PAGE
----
Decided: January 31, 1977.
AUGUST C. SIMONS, JR. AND BARBARA J. SIMONS, HUSBAND AND WIFE, PLAINTIFFS-RESPONDENTS,
DOROTHY R. SAAZ, DEFENDANT-APPELLANT
Carton, Kole and Larner. The opinion of the court was delivered by Kole, J.A.D.
[147 NJSuper Page 144] The trial judge held that the amendment to the prejudgment interest rule in tort actions, R. 4:42-11(b), effective April 1, 1975, increasing the interest rate from 6% to 8%, applies to all judgments entered after that date. On this appeal, defendant contends that
[147 NJSuper Page 145]
the 8% rate should not apply retrospectively; that the 6% rate should be used from May 17, 1973, when the action was commenced, until April 1, 1975, the effective date of the amendment to the rule, and that the 8% rate only should be applied for the period from April 1, 1975 until July 1, 1975, when the judgment was entered. We affirm.
Basically, the court rule is one of procedure. Such a rule usually is retrospective in operation, absent a provision to the contrary. R. 4:42-11(b), as amended, neither expressly nor impliedly makes the dichotomy urged by defendant. It continues to provide that the court "shall, in tort actions, * * * include in the judgment interest at 8% [instead of 6%] per annum on the amount of the award from the date of the institution of the action or from a date 6 months after the date of the tort, whichever is later * * *." The 8% prejudgment interest applies to all judgments entered after the effective date of the amended rule, subject to the exception provided therein.*fn1 The date that the action was commenced or the tort occurred is relevant only as to the beginning point from which the interest is computed. See Busik v. Levine , 63 N.J. 351, 360-361, app. dism. 414 U.S. 1106, 94 S. Ct. 831, 38 L. Ed. 2d 733 (1973); Hill v. Newman , 126 N.J. Super. 557, 564 (App. Div. 1973), certif. den. 64 N.J. 508 (1974). See also, Huddell v. Levin , 395 F. Supp. 64, 93 (D.C.N.J. 1975).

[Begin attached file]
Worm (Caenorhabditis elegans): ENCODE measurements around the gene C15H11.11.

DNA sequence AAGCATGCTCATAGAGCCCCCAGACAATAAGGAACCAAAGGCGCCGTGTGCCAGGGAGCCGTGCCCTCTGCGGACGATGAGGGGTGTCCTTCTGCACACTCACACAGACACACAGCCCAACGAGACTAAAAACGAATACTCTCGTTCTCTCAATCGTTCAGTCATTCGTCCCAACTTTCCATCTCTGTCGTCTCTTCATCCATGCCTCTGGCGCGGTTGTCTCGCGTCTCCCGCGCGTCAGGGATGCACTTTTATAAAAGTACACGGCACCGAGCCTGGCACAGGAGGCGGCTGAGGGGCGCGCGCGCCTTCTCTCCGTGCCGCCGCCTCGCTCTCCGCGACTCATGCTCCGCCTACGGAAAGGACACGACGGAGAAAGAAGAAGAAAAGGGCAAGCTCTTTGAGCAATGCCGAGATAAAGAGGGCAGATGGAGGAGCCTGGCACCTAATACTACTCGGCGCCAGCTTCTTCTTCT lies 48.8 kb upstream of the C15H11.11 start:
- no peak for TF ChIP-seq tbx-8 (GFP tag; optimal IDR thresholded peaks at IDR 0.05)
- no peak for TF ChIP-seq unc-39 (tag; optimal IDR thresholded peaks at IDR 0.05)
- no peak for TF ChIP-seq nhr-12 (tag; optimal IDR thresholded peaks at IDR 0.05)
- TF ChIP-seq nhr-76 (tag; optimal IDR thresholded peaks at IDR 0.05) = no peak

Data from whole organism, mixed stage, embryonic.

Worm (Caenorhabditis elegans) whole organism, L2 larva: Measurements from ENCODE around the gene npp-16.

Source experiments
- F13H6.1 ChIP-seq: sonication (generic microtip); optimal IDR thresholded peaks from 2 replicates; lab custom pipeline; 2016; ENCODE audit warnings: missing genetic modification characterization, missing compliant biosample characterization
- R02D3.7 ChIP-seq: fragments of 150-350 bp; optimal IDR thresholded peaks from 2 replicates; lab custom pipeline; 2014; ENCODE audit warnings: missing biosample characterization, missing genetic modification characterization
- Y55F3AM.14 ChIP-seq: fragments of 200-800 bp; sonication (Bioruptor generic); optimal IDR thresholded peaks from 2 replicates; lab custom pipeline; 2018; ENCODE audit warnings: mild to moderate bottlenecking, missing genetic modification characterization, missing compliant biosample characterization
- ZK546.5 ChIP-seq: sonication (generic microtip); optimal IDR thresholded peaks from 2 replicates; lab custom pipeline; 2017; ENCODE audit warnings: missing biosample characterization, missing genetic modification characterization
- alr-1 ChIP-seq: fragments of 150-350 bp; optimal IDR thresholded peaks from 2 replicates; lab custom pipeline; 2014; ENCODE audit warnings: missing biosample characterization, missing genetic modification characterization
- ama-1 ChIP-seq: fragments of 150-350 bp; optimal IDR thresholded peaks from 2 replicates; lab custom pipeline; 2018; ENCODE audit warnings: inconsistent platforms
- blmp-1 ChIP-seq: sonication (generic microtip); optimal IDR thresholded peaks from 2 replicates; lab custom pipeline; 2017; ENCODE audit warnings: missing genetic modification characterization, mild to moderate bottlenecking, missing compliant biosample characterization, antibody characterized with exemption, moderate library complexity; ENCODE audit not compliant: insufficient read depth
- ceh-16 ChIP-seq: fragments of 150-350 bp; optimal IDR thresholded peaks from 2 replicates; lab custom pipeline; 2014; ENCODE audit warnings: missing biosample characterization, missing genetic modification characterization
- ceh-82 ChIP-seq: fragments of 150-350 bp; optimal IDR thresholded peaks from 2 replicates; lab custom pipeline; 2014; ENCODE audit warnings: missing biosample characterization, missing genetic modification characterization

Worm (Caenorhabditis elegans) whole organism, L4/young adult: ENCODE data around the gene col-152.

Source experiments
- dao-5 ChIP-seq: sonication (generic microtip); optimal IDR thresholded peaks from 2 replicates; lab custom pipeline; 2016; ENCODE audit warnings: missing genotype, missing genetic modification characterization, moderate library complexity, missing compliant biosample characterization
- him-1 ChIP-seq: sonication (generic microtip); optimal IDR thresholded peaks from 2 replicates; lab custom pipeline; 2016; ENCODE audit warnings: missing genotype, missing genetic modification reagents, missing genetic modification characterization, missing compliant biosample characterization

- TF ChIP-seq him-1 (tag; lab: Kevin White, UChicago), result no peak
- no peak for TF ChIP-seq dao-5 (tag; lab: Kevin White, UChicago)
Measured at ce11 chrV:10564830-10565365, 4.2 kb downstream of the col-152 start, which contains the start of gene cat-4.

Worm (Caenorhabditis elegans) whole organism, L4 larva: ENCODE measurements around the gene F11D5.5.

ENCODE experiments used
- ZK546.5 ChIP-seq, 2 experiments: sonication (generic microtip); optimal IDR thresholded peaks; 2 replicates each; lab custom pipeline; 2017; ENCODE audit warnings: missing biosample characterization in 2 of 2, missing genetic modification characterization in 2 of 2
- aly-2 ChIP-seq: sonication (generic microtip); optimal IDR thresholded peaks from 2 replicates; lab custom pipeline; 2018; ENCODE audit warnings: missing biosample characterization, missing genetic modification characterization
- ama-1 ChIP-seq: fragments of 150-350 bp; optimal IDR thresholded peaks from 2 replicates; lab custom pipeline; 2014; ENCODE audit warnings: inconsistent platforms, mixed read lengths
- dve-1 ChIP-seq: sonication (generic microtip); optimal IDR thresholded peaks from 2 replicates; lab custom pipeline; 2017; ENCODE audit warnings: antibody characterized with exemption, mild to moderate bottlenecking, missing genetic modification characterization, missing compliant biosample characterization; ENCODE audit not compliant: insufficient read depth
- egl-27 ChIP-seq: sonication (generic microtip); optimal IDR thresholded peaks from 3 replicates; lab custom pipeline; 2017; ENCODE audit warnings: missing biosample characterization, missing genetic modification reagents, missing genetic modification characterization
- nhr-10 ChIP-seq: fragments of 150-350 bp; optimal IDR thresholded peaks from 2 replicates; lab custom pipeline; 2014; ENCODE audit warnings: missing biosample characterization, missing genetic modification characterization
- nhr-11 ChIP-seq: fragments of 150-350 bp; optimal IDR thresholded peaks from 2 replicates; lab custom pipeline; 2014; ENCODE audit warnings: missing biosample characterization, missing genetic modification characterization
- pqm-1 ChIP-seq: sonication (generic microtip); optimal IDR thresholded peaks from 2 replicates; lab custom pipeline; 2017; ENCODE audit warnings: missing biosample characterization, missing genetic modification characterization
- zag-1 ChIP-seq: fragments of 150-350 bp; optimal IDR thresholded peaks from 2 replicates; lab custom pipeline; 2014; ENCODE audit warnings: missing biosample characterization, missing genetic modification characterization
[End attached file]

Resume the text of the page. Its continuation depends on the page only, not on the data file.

Until this court rule is otherwise changed by the Supreme Court, our interpretation makes it, and any later amendments with respect to the prejudgment interest rate, simple and practical in application. The trial courts, in administering the rule, will not be required to refer back to interest rates prescribed by rules prior to any amendment. The rule applicable at the time judgment is entered will govern.
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It is true that the rule recognizes that until the judgment is entered, defendant has the use of money right-fully belonging to plaintiff, and that before the change in interest rate effected by the amendment, neither party could conceivably earn more than 6% on that money. But it is not inappropriate to note that often interest rule changes such as this do not occur until long after the interest rate in the commercial market has become well established.